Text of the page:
Frontier, a supercomputer built by Oak Ridge National Laboratory, is the first to be capable of an exaflop — a billion billion operations per second
May 31, 2022
The world’s first exascale computerCapable of performing a billion billion operations per second, was built by Oak Ridge National Laboratory in Tennessee.
A typical laptop is only capable of a few teraflops, or a trillion operations per second, which is a million times less. The exaflop machine, called Frontier, could help solve a range of complex scientific problems, such as accurate climate modeling, nuclear fusion simulation and drug discovery.
“Frontier provides modeling and simulation capabilities at the highest level of computing performance,” said Thomas Zacharia of Oak Ridge National Laboratory.
The Frontier computer system is housed in 74 separate cabinets, consisting of 9,400 CPUs, or standard computer processors, and 37,000 GPUs, which are processors designed to render 3D graphics, but can also be used for a range of other tasks†
This means that the machine has a total of 8,730,112 cores capable of parallel computing; a typical laptop has between five and nine. At peak power, the computer generates so much heat that it takes four powerful pumps to push more than 25,000 liters of water through the machine every minute.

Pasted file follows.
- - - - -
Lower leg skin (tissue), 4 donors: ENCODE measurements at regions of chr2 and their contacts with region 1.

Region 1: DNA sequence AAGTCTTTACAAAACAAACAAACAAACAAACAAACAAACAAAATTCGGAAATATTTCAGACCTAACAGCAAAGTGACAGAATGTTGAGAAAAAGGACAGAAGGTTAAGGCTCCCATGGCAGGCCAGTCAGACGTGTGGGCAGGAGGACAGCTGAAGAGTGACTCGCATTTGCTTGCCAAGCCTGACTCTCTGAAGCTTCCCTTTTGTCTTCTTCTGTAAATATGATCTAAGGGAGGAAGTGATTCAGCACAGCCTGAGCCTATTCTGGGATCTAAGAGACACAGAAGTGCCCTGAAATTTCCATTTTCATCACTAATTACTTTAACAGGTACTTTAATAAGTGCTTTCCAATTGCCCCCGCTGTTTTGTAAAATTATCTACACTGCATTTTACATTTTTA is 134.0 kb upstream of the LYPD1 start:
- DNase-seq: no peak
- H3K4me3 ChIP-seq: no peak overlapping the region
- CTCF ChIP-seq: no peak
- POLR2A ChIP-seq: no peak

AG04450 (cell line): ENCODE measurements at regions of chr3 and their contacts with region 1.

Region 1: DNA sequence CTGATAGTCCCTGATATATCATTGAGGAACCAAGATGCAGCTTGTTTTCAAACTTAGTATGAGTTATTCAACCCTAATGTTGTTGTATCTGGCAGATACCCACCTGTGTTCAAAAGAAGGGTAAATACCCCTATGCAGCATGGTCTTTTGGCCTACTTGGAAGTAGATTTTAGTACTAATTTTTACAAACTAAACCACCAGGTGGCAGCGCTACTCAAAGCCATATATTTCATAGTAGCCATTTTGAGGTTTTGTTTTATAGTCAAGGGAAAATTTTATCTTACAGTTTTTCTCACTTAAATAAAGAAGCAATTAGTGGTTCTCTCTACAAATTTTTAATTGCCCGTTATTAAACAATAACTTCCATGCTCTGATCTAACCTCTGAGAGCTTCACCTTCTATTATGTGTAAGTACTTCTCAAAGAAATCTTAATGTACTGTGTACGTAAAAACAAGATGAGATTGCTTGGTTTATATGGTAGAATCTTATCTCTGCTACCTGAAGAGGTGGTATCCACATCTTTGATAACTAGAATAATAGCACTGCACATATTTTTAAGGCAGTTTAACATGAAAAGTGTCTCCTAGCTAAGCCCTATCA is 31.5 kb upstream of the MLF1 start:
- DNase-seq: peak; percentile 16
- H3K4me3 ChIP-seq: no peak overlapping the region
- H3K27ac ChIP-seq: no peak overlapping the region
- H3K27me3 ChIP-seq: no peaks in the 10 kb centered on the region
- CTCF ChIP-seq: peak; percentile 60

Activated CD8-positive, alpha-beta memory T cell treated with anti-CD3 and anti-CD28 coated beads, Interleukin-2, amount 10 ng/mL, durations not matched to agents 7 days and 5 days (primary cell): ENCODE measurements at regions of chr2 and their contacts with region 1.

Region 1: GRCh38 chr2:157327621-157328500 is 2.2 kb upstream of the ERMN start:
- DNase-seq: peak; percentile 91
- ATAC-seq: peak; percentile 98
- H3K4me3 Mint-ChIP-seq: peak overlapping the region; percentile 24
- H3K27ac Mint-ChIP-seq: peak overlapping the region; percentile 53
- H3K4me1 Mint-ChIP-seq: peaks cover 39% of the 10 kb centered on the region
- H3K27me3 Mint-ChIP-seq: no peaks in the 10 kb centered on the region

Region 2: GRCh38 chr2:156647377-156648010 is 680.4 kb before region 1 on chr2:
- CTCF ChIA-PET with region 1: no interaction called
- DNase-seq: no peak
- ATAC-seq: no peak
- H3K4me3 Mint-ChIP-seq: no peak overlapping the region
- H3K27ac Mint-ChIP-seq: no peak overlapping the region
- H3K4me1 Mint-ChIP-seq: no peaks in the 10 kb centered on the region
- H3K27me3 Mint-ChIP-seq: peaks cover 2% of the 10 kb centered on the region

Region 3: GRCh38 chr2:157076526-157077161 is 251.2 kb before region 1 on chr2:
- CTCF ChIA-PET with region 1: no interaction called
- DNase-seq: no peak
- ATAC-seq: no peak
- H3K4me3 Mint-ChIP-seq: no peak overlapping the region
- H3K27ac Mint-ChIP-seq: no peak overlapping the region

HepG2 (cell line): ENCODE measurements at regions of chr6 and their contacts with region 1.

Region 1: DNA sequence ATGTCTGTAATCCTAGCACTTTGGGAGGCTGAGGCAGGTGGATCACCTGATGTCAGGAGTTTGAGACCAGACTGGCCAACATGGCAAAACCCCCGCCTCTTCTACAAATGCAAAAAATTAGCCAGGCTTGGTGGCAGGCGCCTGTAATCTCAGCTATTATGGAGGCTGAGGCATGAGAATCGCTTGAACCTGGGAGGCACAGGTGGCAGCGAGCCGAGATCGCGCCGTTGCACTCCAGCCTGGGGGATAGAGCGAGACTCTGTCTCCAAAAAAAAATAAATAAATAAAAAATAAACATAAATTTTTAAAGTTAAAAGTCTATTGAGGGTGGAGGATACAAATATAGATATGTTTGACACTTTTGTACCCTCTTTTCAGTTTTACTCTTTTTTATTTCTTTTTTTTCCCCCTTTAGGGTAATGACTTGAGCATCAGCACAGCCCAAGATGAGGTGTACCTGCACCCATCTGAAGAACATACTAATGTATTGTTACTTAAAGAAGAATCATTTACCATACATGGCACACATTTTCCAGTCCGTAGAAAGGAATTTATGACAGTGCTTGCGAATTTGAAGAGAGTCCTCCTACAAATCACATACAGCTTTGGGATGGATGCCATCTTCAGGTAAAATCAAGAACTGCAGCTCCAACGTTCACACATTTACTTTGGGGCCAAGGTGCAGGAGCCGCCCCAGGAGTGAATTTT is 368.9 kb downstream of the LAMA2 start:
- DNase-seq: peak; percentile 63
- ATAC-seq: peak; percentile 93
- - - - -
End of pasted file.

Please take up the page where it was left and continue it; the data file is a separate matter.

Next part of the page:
Frontier’s exaflop performance means it’s not alone: number one in the TOP500an international collaboration to rank the world’s most powerful supercomputers, but it also represents a quarter of the computing power of the entire list.
“One machine represents 25 percent of the total performance of the entire list, so it’s a very, very impressive achievement,” says Simon McIntosh-Smith at the University of Bristol, UK.
Frontier also has yet to reach its final form. In the coming months and years, if the software is optimized, it could reach a theoretical peak of 2 exaflops.
In the past, supercomputing milestones were soon followed by many more machines with similar capabilities. Although several exascale machines are planned in the coming years, it is not clear how widespread this technology could become.
“The rate of improvement in electronics has slowed somewhat, so we don’t expect exascale machines to spread through the TOP500 as quickly as, say, for petascale,” says McIntosh-Smith, referring to machines with one-thousandth of the capabilities.
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